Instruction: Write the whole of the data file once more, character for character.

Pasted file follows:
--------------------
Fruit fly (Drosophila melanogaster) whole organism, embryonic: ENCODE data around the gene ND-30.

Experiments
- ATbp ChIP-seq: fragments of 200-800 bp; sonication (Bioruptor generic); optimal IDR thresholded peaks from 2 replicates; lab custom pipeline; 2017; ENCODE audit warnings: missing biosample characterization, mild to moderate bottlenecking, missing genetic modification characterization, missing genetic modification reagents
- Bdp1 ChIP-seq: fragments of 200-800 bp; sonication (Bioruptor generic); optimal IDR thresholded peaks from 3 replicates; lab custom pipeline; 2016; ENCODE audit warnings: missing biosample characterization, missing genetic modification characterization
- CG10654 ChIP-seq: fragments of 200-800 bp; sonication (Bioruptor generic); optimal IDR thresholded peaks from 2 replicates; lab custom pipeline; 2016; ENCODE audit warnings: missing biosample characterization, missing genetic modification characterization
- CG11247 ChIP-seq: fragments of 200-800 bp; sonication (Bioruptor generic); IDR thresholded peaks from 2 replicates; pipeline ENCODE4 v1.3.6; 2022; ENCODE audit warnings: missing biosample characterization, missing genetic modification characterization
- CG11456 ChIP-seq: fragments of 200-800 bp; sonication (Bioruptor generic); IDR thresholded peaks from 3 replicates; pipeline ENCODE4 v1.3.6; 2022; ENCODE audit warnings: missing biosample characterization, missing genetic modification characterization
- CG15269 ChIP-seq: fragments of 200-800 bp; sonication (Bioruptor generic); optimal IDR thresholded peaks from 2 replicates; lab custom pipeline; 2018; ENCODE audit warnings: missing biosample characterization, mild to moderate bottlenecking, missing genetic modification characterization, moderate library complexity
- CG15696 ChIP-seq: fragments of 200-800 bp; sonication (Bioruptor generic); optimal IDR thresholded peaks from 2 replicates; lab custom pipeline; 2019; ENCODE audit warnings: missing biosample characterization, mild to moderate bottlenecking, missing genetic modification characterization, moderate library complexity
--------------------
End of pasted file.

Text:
Fruit fly (Drosophila melanogaster) whole organism, embryonic: ENCODE data around the gene ND-30.

Experiments
- ATbp ChIP-seq: fragments of 200-800 bp; sonication (Bioruptor generic); optimal IDR thresholded peaks from 2 replicates; lab custom pipeline; 2017; ENCODE audit warnings: missing biosample characterization, mild to moderate bottlenecking, missing genetic modification characterization, missing genetic modification reagents
- Bdp1 ChIP-seq: fragments of 200-800 bp; sonication (Bioruptor generic); optimal IDR thresholded peaks from 3 replicates; lab custom pipeline; 2016; ENCODE audit warnings: missing biosample characterization, missing genetic modification characterization
- CG10654 ChIP-seq: fragments of 200-800 bp; sonication (Bioruptor generic); optimal IDR thresholded peaks from 2 replicates; lab custom pipeline; 2016; ENCODE audit warnings: missing biosample characterization, missing genetic modification characterization
- CG11247 ChIP-seq: fragments of 200-800 bp; sonication (Bioruptor generic); IDR thresholded peaks from 2 replicates; pipeline ENCODE4 v1.3.6; 2022; ENCODE audit warnings: missing biosample characterization, missing genetic modification characterization
- CG11456 ChIP-seq: fragments of 200-800 bp; sonication (Bioruptor generic); IDR thresholded peaks from 3 replicates; pipeline ENCODE4 v1.3.6; 2022; ENCODE audit warnings: missing biosample characterization, missing genetic modification characterization
- CG15269 ChIP-seq: fragments of 200-800 bp; sonication (Bioruptor generic); optimal IDR thresholded peaks from 2 replicates; lab custom pipeline; 2018; ENCODE audit warnings: missing biosample characterization, mild to moderate bottlenecking, missing genetic modification characterization, moderate library complexity
- CG15696 ChIP-seq: fragments of 200-800 bp; sonication (Bioruptor generic); optimal IDR thresholded peaks from 2 replicates; lab custom pipeline; 2019; ENCODE audit warnings: missing biosample characterization, mild to moderate bottlenecking, missing genetic modification characterization, moderate library complexity